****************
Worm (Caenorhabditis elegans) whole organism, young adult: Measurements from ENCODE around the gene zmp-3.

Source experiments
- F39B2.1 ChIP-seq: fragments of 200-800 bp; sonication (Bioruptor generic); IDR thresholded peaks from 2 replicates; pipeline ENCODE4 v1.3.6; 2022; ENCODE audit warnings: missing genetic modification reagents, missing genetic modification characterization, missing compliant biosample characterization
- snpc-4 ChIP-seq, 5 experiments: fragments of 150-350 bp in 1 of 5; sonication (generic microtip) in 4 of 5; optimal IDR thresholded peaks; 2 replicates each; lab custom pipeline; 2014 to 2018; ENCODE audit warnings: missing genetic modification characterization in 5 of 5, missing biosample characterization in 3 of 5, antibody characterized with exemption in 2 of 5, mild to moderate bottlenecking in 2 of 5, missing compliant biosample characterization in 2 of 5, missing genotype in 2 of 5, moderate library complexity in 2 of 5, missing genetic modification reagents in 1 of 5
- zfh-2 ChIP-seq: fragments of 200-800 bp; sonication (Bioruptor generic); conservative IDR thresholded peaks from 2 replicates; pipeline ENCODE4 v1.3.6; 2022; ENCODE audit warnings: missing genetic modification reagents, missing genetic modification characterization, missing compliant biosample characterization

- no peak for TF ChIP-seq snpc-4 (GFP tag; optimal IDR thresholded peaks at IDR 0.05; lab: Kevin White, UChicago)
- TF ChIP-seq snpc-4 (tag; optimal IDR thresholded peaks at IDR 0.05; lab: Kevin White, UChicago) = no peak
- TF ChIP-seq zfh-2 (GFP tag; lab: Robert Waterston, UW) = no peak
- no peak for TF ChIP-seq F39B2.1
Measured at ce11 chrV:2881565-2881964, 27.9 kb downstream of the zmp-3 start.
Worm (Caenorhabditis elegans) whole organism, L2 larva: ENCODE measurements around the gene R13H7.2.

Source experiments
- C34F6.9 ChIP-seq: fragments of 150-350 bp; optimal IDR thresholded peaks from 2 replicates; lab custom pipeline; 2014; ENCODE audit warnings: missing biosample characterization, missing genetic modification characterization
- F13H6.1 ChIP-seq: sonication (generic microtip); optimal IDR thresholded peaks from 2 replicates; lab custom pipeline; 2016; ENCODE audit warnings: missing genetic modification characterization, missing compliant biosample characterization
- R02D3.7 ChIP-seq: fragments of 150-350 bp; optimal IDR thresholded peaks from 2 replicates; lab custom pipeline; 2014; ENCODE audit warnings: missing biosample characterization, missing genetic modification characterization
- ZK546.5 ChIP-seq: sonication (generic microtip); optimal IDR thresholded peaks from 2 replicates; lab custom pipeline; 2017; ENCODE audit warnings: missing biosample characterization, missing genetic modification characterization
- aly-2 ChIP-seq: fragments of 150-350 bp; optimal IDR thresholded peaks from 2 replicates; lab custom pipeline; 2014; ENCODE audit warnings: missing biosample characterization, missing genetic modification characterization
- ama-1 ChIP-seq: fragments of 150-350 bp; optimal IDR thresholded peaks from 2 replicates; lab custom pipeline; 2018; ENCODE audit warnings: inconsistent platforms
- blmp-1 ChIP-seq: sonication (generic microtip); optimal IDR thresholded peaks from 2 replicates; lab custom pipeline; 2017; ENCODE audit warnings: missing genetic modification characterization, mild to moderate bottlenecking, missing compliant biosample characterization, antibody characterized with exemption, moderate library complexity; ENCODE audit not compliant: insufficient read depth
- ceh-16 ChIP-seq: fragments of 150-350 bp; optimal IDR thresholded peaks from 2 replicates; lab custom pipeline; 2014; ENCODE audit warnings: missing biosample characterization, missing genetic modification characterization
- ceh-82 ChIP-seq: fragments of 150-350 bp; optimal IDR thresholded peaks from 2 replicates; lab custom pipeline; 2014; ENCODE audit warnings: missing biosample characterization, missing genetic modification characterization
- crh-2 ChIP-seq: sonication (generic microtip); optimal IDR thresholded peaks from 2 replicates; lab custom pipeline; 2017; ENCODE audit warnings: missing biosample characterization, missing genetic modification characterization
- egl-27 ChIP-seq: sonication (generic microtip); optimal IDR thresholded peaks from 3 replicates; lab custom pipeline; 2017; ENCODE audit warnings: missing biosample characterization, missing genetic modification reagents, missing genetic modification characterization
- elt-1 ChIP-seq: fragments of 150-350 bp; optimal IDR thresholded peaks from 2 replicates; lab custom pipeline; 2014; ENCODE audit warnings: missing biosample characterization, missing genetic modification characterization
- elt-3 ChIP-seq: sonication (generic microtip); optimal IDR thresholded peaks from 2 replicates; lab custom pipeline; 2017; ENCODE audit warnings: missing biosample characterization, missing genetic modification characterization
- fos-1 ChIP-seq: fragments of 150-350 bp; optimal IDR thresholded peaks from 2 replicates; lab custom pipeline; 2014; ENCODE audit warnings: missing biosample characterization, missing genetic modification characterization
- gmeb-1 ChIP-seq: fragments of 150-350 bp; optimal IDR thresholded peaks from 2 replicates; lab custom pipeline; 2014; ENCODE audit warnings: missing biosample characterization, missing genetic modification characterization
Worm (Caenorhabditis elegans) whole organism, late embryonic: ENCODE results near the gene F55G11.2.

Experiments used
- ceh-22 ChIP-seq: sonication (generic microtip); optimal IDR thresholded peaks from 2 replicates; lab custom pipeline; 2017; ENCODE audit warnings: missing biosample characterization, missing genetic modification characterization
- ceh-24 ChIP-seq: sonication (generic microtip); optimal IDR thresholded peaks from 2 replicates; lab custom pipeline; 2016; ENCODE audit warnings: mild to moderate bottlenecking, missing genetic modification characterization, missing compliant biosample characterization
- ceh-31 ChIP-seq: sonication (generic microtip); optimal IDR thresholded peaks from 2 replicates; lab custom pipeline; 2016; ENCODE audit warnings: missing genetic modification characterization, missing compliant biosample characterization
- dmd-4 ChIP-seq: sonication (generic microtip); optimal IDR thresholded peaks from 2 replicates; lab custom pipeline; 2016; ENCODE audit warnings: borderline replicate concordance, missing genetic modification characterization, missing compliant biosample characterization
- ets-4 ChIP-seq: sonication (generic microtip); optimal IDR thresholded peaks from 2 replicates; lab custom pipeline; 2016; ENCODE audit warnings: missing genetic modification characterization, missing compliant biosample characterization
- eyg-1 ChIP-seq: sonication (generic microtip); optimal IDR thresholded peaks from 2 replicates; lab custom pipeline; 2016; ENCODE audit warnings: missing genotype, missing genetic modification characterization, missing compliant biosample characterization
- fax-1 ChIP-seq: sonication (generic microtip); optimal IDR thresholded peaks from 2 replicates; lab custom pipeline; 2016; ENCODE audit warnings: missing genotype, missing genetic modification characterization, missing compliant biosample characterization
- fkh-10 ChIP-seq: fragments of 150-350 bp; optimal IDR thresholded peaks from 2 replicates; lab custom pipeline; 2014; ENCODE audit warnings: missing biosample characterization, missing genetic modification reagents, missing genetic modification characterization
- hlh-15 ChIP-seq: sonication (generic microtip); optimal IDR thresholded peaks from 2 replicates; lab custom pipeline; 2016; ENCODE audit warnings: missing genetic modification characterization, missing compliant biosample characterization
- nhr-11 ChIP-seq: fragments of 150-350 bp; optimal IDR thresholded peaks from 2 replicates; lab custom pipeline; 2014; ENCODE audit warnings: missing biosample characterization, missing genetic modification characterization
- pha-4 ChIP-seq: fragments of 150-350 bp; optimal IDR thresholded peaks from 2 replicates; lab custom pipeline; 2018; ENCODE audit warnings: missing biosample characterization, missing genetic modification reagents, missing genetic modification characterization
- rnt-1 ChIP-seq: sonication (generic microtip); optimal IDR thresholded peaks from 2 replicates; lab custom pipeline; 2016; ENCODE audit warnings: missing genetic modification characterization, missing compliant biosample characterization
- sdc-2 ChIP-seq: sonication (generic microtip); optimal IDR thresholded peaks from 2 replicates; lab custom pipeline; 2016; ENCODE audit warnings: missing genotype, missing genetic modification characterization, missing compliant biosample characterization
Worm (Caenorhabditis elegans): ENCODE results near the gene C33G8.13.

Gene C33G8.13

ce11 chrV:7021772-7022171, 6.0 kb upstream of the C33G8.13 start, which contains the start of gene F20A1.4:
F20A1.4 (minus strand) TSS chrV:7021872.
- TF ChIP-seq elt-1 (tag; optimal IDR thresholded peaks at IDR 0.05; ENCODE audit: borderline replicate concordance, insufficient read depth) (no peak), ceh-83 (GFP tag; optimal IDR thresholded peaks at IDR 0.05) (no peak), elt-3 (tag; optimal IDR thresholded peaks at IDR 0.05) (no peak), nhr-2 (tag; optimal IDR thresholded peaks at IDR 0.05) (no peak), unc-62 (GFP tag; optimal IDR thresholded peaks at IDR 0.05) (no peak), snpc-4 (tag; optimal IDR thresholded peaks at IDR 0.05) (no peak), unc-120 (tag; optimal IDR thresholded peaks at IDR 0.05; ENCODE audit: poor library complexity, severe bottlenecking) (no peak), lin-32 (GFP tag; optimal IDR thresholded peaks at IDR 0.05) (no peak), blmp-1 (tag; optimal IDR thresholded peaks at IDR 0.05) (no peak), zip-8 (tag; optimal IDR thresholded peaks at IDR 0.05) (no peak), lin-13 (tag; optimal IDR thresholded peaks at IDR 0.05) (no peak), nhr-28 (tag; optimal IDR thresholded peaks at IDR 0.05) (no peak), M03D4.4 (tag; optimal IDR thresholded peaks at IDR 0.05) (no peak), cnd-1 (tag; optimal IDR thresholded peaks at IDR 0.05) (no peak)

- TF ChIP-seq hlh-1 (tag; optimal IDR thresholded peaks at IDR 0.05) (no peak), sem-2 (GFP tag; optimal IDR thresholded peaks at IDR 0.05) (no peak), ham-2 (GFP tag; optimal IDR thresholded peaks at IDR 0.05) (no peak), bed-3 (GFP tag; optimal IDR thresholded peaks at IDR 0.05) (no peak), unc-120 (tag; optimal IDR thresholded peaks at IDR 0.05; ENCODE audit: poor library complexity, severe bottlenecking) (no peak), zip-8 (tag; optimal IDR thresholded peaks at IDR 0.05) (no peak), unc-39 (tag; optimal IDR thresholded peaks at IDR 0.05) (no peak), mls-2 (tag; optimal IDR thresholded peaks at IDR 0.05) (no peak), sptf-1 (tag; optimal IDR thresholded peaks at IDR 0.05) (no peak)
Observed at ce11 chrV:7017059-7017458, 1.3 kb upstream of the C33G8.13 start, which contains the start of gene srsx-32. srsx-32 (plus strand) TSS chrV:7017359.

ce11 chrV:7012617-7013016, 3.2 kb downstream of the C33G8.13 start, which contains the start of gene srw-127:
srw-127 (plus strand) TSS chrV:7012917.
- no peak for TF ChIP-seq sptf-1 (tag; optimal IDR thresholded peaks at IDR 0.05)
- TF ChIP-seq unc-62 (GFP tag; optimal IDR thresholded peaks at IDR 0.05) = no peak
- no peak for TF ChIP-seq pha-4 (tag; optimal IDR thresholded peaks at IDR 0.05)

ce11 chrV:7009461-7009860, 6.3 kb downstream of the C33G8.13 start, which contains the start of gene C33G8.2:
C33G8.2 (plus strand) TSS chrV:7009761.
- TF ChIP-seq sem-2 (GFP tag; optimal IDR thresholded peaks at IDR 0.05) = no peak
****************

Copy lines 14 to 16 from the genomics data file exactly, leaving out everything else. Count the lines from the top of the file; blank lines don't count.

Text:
- F13H6.1 ChIP-seq: sonication (generic microtip); optimal IDR thresholded peaks from 2 replicates; lab custom pipeline; 2016; ENCODE audit warnings: missing genetic modification characterization, missing compliant biosample characterization
- R02D3.7 ChIP-seq: fragments of 150-350 bp; optimal IDR thresholded peaks from 2 replicates; lab custom pipeline; 2014; ENCODE audit warnings: missing biosample characterization, missing genetic modification characterization
- ZK546.5 ChIP-seq: sonication (generic microtip); optimal IDR thresholded peaks from 2 replicates; lab custom pipeline; 2017; ENCODE audit warnings: missing biosample characterization, missing genetic modification characterization